5 Examples

Example 5.1

Consider the case of European odds θ = 1.952 which corresponds to American odds −105. We imagine a gambler who has proposed a wagering system where x = 100 correct wagers are observed at European odds θ = 1.952 out of n = 180 historical wagers. The gambler rashly determines that the winning probability is p^ = x/n = 0.556. This appears to be a profitable system since p^ > 1/θ = 0.512. Using p^, the standard application of the Kelly approach determines the Kelly fraction k(p^) = 0.089. Therefore, Kelly advises that the gambler should bet 9% of the bankroll on each wager, a substantial fraction!

In determining the modified Kelly criterion, the last step is the specification of the prior parameters a and b of the Beta distribution. In investing circles (of which gambling is a special case), there exists a theory of efficient markets. One version of the theory essentially states that market shares are valued at their proper valuation, and consequently, there is no systematic way to exploit the market. In our scenario, this suggests that for wagers of type (1) where both teams have the same odds, the probability p of placing a correct wager should be 0.5. Furthermore, internet searches related to sports gambling reveal that even the most positive touts do not claim to have gambling systems that pick winners at a rate greater than 60% (Moody 2015). Therefore, together with symmetry, these two insights suggest that most of the prior probability should be assigned to the interval (0.4, 0.6). Choosing a = b = 50 provides us with E(p) = 0.5 and SD(p) ≈ 0.05. Therefore, the interval (0.4, 0.6) contains roughly 95% of the prior probability. According to the proposed loss functions, when we use this default prior, we obtain the modified Kelly criteria f0 = 0.048, f1 = 0.048, f2 = 0.056, f3a = 0.034 and f3b = 0.041. These conservative fractions are smaller than the Kelly criterion k(p^) = 0.089. In particular, the estimate f3a based on the extreme loss function is very small, and this highlights the importance and the effect of the choice of loss function. In this example, and in most of the examples that follow, we observe that the relationship amongst the Bayes estimators is f3a < f3b < f0 ≈ f1 < f2. In particular, f0 (our preferred estimator) nearly corresponds to half-Kelly. Hence, we have provided a theoretical rationale for the use of half-Kelly.

Another idea in prior specification is to impose a tighter constraint p ≥ 0.5 and then proceed with the same type of argumentation as above. Imposing p ≥ 0.5 may be sensible from the point of view that coin flips (no knowledge) provided p = 0.5, and it may be argued that it is impossible to know less than a coin.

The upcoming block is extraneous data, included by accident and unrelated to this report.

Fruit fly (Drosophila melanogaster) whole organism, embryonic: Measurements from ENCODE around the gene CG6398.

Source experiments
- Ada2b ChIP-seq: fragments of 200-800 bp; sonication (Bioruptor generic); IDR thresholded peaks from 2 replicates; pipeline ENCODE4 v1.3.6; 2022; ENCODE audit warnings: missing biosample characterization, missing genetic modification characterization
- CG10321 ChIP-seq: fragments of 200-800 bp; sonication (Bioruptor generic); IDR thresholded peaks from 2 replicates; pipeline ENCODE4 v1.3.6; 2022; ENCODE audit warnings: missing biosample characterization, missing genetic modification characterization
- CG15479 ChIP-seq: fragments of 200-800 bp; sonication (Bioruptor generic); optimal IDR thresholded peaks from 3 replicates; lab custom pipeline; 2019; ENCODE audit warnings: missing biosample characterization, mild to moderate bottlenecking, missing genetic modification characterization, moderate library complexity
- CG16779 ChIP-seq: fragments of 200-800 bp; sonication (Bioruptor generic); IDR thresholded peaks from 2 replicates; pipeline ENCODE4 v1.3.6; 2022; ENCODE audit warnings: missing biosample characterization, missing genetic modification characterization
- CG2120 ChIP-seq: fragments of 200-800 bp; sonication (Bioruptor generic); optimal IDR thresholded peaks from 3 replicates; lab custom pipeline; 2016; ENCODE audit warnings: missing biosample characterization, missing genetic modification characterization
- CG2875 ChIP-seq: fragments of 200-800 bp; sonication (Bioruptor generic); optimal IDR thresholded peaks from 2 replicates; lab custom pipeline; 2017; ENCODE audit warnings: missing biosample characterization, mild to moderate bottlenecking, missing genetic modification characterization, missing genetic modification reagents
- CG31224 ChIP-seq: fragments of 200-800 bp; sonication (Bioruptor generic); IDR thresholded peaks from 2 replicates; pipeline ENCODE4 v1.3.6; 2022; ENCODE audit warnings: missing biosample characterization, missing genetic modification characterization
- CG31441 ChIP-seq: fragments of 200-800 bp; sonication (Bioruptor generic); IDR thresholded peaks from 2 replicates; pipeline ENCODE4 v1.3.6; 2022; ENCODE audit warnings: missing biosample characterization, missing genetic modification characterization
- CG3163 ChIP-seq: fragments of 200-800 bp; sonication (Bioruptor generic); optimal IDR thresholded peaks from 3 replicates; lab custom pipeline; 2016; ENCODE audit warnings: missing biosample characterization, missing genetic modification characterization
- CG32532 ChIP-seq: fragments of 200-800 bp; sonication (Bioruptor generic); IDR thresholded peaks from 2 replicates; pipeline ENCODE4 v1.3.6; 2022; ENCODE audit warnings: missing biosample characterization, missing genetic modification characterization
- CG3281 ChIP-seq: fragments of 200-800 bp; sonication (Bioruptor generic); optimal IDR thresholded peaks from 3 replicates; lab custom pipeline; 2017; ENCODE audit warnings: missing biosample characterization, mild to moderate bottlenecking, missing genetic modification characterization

Example 5.2

In this example, we modify Example 5.1. We now set the European odds to θ = 1.909 which corresponds to American odds −110; odds of −110 are more standard in the sportsbook industry and provide a greater vigorish. Consequently, the gambler will need to choose winners at a higher rate to ensure profitability. As before, we choose a = b = 50 and consider historical data with x = 100 and n = 180. We then obtain the Kelly criterion k(p^) = 0.067 and the modified Kelly criteria f0 = 0.025, f1 = 0.025, f2 = 0.039, f3a = 0.018 and f3b = 0.024. These are all smaller fractions than the corresponding fractions in Example 5.1. Thus the increased vigorish causes a reduction in the fractions wagered. In the context of the loss function l0(f, p) in (6), Figure 1 provides a plot of G(f) in (13) versus f in this example. We observe that that the function is convex where the expected posterior loss increases more rapidly for f > f0 than for f < f0.

Plot of expected posterior loss G(f) in (13) versus f for the conditions specified in Example 5.2 where original Kelly is compared versus modified Kelly f0.
Figure 1:

Plot of expected posterior loss G(f) in (13) versus f for the conditions specified in Example 5.2 where original Kelly is compared versus modified Kelly f0.

Example 5.3

We make an adjustment to Example 5.2. As before, θ = 1.909 and a = b = 50. However, this time, we have more historical data x = 200 and n = 360 but we retain the same proportion of successful wagers. The Kelly criterion remains at k(p^) = 0.067 but the modified Kelly criteria increase from f0 = 0.025, f1 = 0.025, f2 = 0.039, f3a = 0.018 and f3b = 0.024 to f0 = 0.041, f1 = 0.041, f2 = 0.047, f3a = 0.030 and f3b = 0.036, respectively. The increased fractions reflect our increased posterior support for larger values of p via the data.